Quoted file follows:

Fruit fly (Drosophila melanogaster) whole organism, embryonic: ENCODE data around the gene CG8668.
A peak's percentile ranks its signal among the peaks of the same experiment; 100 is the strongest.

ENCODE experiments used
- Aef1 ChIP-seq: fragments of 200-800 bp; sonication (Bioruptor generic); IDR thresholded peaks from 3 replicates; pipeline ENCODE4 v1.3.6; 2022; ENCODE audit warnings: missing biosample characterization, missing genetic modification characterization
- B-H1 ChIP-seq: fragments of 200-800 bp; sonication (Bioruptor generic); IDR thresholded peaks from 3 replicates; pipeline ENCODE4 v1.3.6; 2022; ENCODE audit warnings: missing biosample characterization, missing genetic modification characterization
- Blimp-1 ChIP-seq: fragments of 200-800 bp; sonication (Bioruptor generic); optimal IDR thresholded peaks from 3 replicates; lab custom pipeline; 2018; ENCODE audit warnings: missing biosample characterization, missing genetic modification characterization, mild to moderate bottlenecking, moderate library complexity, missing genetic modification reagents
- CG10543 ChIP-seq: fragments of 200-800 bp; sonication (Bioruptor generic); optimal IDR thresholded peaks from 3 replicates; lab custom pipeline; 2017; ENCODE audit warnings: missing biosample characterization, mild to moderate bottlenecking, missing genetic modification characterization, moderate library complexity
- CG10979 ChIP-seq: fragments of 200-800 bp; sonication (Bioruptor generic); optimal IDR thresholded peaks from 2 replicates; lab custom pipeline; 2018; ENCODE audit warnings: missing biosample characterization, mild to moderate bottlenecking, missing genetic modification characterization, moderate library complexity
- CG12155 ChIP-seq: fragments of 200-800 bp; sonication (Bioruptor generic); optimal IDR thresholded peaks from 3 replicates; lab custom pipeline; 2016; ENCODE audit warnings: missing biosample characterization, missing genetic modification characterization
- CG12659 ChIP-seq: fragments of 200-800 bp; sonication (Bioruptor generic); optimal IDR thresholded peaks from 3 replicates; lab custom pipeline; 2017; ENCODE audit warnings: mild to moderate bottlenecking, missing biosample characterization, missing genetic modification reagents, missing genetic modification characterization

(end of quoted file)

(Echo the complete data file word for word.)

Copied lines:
Fruit fly (Drosophila melanogaster) whole organism, embryonic: ENCODE data around the gene CG8668.
A peak's percentile ranks its signal among the peaks of the same experiment; 100 is the strongest.

ENCODE experiments used
- Aef1 ChIP-seq: fragments of 200-800 bp; sonication (Bioruptor generic); IDR thresholded peaks from 3 replicates; pipeline ENCODE4 v1.3.6; 2022; ENCODE audit warnings: missing biosample characterization, missing genetic modification characterization
- B-H1 ChIP-seq: fragments of 200-800 bp; sonication (Bioruptor generic); IDR thresholded peaks from 3 replicates; pipeline ENCODE4 v1.3.6; 2022; ENCODE audit warnings: missing biosample characterization, missing genetic modification characterization
- Blimp-1 ChIP-seq: fragments of 200-800 bp; sonication (Bioruptor generic); optimal IDR thresholded peaks from 3 replicates; lab custom pipeline; 2018; ENCODE audit warnings: missing biosample characterization, missing genetic modification characterization, mild to moderate bottlenecking, moderate library complexity, missing genetic modification reagents
- CG10543 ChIP-seq: fragments of 200-800 bp; sonication (Bioruptor generic); optimal IDR thresholded peaks from 3 replicates; lab custom pipeline; 2017; ENCODE audit warnings: missing biosample characterization, mild to moderate bottlenecking, missing genetic modification characterization, moderate library complexity
- CG10979 ChIP-seq: fragments of 200-800 bp; sonication (Bioruptor generic); optimal IDR thresholded peaks from 2 replicates; lab custom pipeline; 2018; ENCODE audit warnings: missing biosample characterization, mild to moderate bottlenecking, missing genetic modification characterization, moderate library complexity
- CG12155 ChIP-seq: fragments of 200-800 bp; sonication (Bioruptor generic); optimal IDR thresholded peaks from 3 replicates; lab custom pipeline; 2016; ENCODE audit warnings: missing biosample characterization, missing genetic modification characterization
- CG12659 ChIP-seq: fragments of 200-800 bp; sonication (Bioruptor generic); optimal IDR thresholded peaks from 3 replicates; lab custom pipeline; 2017; ENCODE audit warnings: mild to moderate bottlenecking, missing biosample characterization, missing genetic modification reagents, missing genetic modification characterization